The Cutting Edge: Computing / Technology / Innovation : On-Line Forums Can Provide Help With Nagging Problems

Even the most experienced computer users sometimes need help. When I need help with a product, I typically start by calling the manufacturer's technical support department. I prefer this option because it allows for give-and-take between me and the technician.

But telephone support has its drawbacks: Some companies charge for it; often it's a long-distance call; sometimes you can't even get through. I don't know what's worse, staying on hold or having to leave a number hoping that a technician will call you back and actually reach you.

Another option is to use an on-line service or computer bulletin board to seek help from the company or a fellow user. Many hardware and software companies operate forums on the commercial on-line services, and some have their own dial-up bulletin boards. You'll probably have to pay long-distance charges to dial into their boards, but you'll pay an hourly on-line fee if you dial into one of the commercial on-line services.

CompuServe, which charges up to $9.60 an hour (at 9,600 or 14,400 bits per second) to access its forums, is by far the most popular service for hardware and software support. America Online ($3.50 an hour) comes in second. Prodigy ($3.60 an hour for bulletin board access) is gearing up its product support boards.

Many of the major software and hardware vendors, including Microsoft, WordPerfect, Lotus, IBM, Apple, Compaq and Hewlett-Packard, operate CompuServe forums where company representatives provide help to customers. In many cases, fellow users are also willing to help.

In fact, these fellow users often know more than the company representatives. And because they're not on the company payroll, they're more than willing to share their frustrations, report bugs and suggest techniques to get around the product's limitations.

Before posting a question, browse through the board to see if your question has already been answered. Most company forums are organized by product and further broken down by topic. If you do ask a question, be sure to post it in the right spot and use a descriptive subject line. Don't just type "Help Me." Enter a subject line such as "Microsoft Word Printing Problem" or "Speadsheet for Mac--What's Best?"

Intuit, which publishes the popular Quicken personal financial management software for DOS, Windows and Mac, is one of the many software companies on CompuServe. One Quicken user posted a query about her frustrations in trying to use the program to manage her 401(k) retirement plan. Several others immediately responded that they too had run into this problem, and they offered work-arounds to make up for the program's limitations.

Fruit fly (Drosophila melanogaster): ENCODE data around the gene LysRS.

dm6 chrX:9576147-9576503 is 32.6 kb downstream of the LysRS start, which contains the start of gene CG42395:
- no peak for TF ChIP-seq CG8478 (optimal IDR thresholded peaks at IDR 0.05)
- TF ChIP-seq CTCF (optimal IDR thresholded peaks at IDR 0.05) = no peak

In addition to messages, the forums offer files you can download. Last month I was having trouble with my video display, which I traced to an out-of-date video driver for my Diamond VGA card. So I signed on to Diamond's CompuServe forum and downloaded the newest software driver, at no cost other than CompuServe's connect fee. My problem was solved, and I never had to leave my house or wait for someone to send me a disk.

Symantec, which publishes the popular Norton Utility programs for the PC and Mac, uses its on-line forums to provide customers with interim program updates. These are not new versions of the programs (there's a charge for those) but minor bug fixes or special files, such as one that lets its anti-virus program tackle viruses that weren't around when the software was last updated.

Forums are also great places to find add-ons, macros and templates to enhance popular programs such as Microsoft Word, WordPerfect, Ami Pro, Excel and Lotus 1-2-3. In many cases, these files will add functionality that simply wasn't built into the program itself. Some are provided by the software publisher, but many come from fellow users or developers of shareware, who allow you to download their handiwork freely. You're required to pay if you keep any shareware permanently.

Relatively few companies offer support via the Internet, but I expect that to change over the next few years. There are, however, a number of "newsgroups" (forums) where users discuss software and hardware. It's also possible to download files (such as video drivers and templates) via the Internet, but you have to know where to look and how use the file transfer protocol (ftp). Locating files on the Internet can be tricky, but one resource, called Archie, can help you find a file if you know its name. If you don't know exactly what you're looking for or you're not network-savvy, you're better off using one of the commercial on-line services.

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